Full circle

San Marino MotoGP, Misano, 6th September 2009
Words by Simon Bradley, pics by Duncan Lamont, www.7050.co.uk

Rossi wanted everyone to know that he takes full responsibility for binning it at Indinapolis...Misano, despite being on Italy's Adriatic coast, is actually considered, for FIM purposes anyway, to be in the neighbouring republic of San Marino. It's not actually as unreasonable as you might think - San Marino is so tiny that if the circuit were within it, frankly there would be precious little room for anything else. And it really is very close - just a few kilometres.

Grand Prix racing only came back to the beautiful little circuit in 2007 after a lengthy absence for safety improvements. The biggest improvement was to make the circuit run anticlockwise, which suddenly increased the runoff in some of the more ferocious corners as well as reducing entry speeds in places. It's a genuinely interesting and nice circuit, it always blesses us with close, exciting racing and it's a pleasure to ride as well. Oh, and Valentino Rossi lives just down the road, though he's only won here the once, last year after Stoner crashed out.

Of course this year there is no Stoner, the Australian still being sidelined with his illness. So motivation for the championship leader comes instead from his presumptuous team mate Jorge Lorenzo, who is pressing the master hard. Dani Pedrosa, too, has recaptured some of his old form and is actually riding almost as well as we expect these days. No surprise, then, that it was this trio who dominated free practice, with both sessions coming out the same - Rossi from Lorenzo from Pedrosa.

Qualifying was a similar story, with Rossi taking the lead from Alex de Angelis - keen to impress at his home round - Randy de Puniet and, briefly, Marco Melandri. It then became a straight three way fight between Rossi, Lorenzo and Pedrosa. It looked as though Lorenzo had cracked it with an excellent push to take the lead from Rossi with just fifty seconds of the session to go. But just under forty seconds later Pedrosa blasted across the line three tenths quicker. Then Rossi went through another two tenths faster, completing the lap ten seconds after the official session ended but, because he had started it before the time was allowed to stand. Toni Elias was just a hundredth of a second slower than third placed Lorenzo, with Colin Edwards and Nicky Hayden within a whisker of each other in fifth and sixth. Alex de Angelis, Andrea Dovizioso and Randy de Puniet made up row three with the top ten being completed by Loris Capirossi.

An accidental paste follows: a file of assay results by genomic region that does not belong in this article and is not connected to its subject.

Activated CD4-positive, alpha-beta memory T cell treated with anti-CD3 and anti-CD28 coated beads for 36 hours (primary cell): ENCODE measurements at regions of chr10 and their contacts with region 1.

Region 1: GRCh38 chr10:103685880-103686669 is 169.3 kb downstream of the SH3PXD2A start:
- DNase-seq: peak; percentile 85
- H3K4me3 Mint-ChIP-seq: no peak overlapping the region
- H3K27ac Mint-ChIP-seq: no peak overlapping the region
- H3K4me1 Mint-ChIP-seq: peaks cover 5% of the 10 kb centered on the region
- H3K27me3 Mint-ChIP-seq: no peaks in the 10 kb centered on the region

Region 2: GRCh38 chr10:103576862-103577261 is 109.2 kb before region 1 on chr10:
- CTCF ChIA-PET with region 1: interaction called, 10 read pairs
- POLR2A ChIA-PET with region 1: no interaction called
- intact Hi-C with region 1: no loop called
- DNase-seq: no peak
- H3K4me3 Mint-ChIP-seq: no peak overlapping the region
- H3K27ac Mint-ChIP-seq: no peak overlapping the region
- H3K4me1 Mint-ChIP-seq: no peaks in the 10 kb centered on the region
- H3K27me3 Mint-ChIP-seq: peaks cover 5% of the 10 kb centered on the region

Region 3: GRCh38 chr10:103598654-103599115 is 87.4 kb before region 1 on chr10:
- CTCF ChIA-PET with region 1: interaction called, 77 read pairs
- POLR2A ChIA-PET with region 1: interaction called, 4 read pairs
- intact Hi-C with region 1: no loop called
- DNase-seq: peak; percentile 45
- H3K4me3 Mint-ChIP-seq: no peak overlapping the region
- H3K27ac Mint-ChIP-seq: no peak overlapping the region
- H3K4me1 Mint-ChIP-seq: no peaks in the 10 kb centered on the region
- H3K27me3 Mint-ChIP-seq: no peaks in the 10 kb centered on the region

Alex de Angelis gets eliminated from the San Marino round of the "How to make friends and earn respect" competition...As is usually the case at Misano, race day dawned slightly cloudy but warm. Very warm, in fact, the overnight low being similar to a British summer's day. And those clouds didn't last long, burning off to reveal a magnificent azure sky. Yep, another day in paradise. Valentino Rossi continued his clean sweep at the top of the leaderboard by dominating warmup as well, a full three quarters of a second faster than Lorenzo who seemed to be struggling with the Yamaha and who, in fact, hadn't been his normal perky self all weekend. Was the pressure getting to him?

Lining up on the grid it was amusing to see that Valentino Rossi retains his sense of humour. last week, you may remember, he fell off all on his own at Indianapolis. To celebrate his mistake he appeared on the grid wearinga helmet with Donkey from Shrek painted on it, and his trademark "The Doctor" writing on the back replaced with "The Donkey" as he apparently felt that he was, well, a bit of an ass.